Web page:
Whether or not any of the above gives rise to legal concerns depends on how the policy is implemented and presented to the outside world. It is important to note that the way these policies are conveyed to the public varies tremendously, and this impacts upon whether or not they give rise to legal concerns. The promotion of CSR policies in the UK can be achieved by actual marking on products, through corporate statements or news reports, in company literature or through traditional advertising.
There is a patchwork of legal rights that may, under certain circumstances, give rise to a cause of action. These include trademark infringement, breach of contract, passing off and various statutory torts relating to advertising and trading standards.
31.3.1 Sanctions Under UK Law for Breach of a Voluntarily Adopted CSR Policy
There is no law in the UK aimed specifically at preventing or sanctioning a business that has breached a voluntarily adopted CSR.
The UK has a range of general IP laws and associated consumer protection laws that may provide for legal recourse against a company that breaches its own voluntary CSR policy. However, the applicability of these laws is entirely dependent on the policy in question, how the company has marketed this policy to the public and the manner in which is has been breached.
The terms of any given CSR policy play a crucial role in determining whether or not breaching it will provide for a legal remedy. The difference between a company saying that they ‘only use dolphin-friendly tuna’ and that they ‘endeavor to only use dolphin-friendly tuna’ is significant from a legal point of view: one is an absolute statement; the other a strong intention or commitment. The latter of these is considerably more difficult to police. It is therefore relatively easy for companies to word their CSR policies in a manner that would allow them to almost completely avoid the possible legal remedies set out below.
31.3.2 Consumer Protection from Unfair Trading Regulations 2008
The most relevant legal scheme is that governed by the Consumer Protection from Unfair Trading Regulations 2008 (hereinafter ‘CPUTR 2008’).2 This scheme applies where there is a misleading commercial practice that contravenes the requirements of professional diligence and materially distorts the economic behaviour of the average consumer.3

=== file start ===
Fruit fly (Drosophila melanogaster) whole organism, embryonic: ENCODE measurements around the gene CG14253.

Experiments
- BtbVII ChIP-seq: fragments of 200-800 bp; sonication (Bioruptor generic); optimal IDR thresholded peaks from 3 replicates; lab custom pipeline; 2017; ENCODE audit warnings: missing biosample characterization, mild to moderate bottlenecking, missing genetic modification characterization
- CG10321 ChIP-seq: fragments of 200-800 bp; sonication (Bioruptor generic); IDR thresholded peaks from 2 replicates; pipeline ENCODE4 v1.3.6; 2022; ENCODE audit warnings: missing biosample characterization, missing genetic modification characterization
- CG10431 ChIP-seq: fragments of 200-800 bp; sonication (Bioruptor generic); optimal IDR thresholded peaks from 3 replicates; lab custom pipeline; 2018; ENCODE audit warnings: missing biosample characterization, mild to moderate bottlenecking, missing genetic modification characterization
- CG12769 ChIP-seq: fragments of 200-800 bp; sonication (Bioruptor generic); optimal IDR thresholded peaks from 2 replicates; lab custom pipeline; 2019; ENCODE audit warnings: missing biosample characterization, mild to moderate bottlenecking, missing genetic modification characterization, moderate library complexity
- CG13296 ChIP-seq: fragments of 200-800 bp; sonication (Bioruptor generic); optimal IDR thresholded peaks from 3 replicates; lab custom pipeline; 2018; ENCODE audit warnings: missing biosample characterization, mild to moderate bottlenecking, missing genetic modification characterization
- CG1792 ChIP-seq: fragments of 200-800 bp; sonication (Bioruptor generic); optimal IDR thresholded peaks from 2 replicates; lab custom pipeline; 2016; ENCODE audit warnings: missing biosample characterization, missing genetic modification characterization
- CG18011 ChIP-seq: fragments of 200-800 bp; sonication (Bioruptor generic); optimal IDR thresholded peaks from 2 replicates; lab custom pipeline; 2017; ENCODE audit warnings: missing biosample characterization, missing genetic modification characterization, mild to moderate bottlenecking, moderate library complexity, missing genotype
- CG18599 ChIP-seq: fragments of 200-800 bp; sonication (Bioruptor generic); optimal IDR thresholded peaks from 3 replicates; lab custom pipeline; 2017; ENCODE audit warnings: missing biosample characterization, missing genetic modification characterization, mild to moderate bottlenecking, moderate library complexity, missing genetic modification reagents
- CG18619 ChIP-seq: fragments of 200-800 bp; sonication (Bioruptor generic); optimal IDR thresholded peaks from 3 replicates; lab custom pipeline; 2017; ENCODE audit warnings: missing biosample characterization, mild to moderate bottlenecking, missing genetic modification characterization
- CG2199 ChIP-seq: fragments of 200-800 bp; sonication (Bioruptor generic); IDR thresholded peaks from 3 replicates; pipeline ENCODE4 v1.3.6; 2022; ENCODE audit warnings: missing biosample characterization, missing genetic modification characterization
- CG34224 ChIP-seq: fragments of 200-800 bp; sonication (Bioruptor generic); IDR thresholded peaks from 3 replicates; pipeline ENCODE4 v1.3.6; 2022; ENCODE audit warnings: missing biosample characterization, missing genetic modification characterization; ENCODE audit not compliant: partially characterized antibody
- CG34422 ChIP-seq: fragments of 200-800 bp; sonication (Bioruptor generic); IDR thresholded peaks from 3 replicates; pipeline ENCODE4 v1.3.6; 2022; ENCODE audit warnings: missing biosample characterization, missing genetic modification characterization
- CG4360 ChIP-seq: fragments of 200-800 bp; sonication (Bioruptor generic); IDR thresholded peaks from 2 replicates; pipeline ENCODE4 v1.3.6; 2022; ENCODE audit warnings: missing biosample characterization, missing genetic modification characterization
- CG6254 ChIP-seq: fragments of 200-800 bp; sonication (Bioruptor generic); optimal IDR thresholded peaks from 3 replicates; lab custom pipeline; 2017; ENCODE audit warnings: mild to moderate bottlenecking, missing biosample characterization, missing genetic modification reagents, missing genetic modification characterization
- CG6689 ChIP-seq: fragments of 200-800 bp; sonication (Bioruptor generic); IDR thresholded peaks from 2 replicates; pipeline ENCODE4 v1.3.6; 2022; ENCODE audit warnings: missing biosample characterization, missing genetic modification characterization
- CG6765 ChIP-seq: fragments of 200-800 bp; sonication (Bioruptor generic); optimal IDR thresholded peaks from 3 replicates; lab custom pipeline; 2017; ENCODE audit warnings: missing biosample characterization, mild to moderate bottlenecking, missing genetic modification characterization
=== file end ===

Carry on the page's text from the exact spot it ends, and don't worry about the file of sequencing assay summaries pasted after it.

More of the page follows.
126.96.36.199 Legal Test for When a Commercial Practice Will Be Misleading
A commercial practice will be deemed misleading if it either:
contains false information and is therefore untruthful in relation to any of the matters set out below or if it or its overall presentation in any way deceives or is likely to deceive the average consumer in relation to any of the matters set out below, even if the information is factually correct, and it causes or is likely to cause the average consumer to take a transactional decision he would not have taken otherwise4; or
concerns any marketing of a product (including comparative advertising) that creates confusion with any products, trademarks, trade names or other distinguishing marks of a competitor,5 or it concerns any failure by a trader to comply with a commitment contained in a code of conduct that the trader has undertaken to comply with,6 if the trader indicates in a commercial practice that he is bound by that code of conduct7 and the commitment is firm, capable of being verified and is not aspirational.8
188.8.131.52 Factors to Be Considered Under the CPUTR 2008
The factors that fall under this scheme and that are to be considered include, inter alia:
the nature of the product,
the extents of the trader’s commitments,
the motives for the commercial practice, and
any statement or symbol relating to direct or indirect sponsorship or approval of the trader or the product.9